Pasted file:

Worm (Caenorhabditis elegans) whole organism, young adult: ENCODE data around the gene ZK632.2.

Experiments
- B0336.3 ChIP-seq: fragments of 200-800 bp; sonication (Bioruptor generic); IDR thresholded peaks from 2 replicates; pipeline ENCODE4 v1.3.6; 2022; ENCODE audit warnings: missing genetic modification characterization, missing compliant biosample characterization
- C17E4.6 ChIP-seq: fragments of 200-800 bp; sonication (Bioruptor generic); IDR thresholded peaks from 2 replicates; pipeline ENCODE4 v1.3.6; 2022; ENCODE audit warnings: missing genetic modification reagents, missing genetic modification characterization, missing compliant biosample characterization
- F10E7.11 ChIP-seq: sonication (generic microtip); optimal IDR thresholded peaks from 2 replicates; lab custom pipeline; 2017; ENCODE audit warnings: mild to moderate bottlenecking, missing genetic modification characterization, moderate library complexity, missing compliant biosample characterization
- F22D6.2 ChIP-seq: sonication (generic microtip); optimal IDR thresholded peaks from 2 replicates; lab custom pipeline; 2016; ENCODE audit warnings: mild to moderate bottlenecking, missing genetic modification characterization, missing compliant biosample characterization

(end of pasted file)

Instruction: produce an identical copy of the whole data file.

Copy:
Worm (Caenorhabditis elegans) whole organism, young adult: ENCODE data around the gene ZK632.2.

Experiments
- B0336.3 ChIP-seq: fragments of 200-800 bp; sonication (Bioruptor generic); IDR thresholded peaks from 2 replicates; pipeline ENCODE4 v1.3.6; 2022; ENCODE audit warnings: missing genetic modification characterization, missing compliant biosample characterization
- C17E4.6 ChIP-seq: fragments of 200-800 bp; sonication (Bioruptor generic); IDR thresholded peaks from 2 replicates; pipeline ENCODE4 v1.3.6; 2022; ENCODE audit warnings: missing genetic modification reagents, missing genetic modification characterization, missing compliant biosample characterization
- F10E7.11 ChIP-seq: sonication (generic microtip); optimal IDR thresholded peaks from 2 replicates; lab custom pipeline; 2017; ENCODE audit warnings: mild to moderate bottlenecking, missing genetic modification characterization, moderate library complexity, missing compliant biosample characterization
- F22D6.2 ChIP-seq: sonication (generic microtip); optimal IDR thresholded peaks from 2 replicates; lab custom pipeline; 2016; ENCODE audit warnings: mild to moderate bottlenecking, missing genetic modification characterization, missing compliant biosample characterization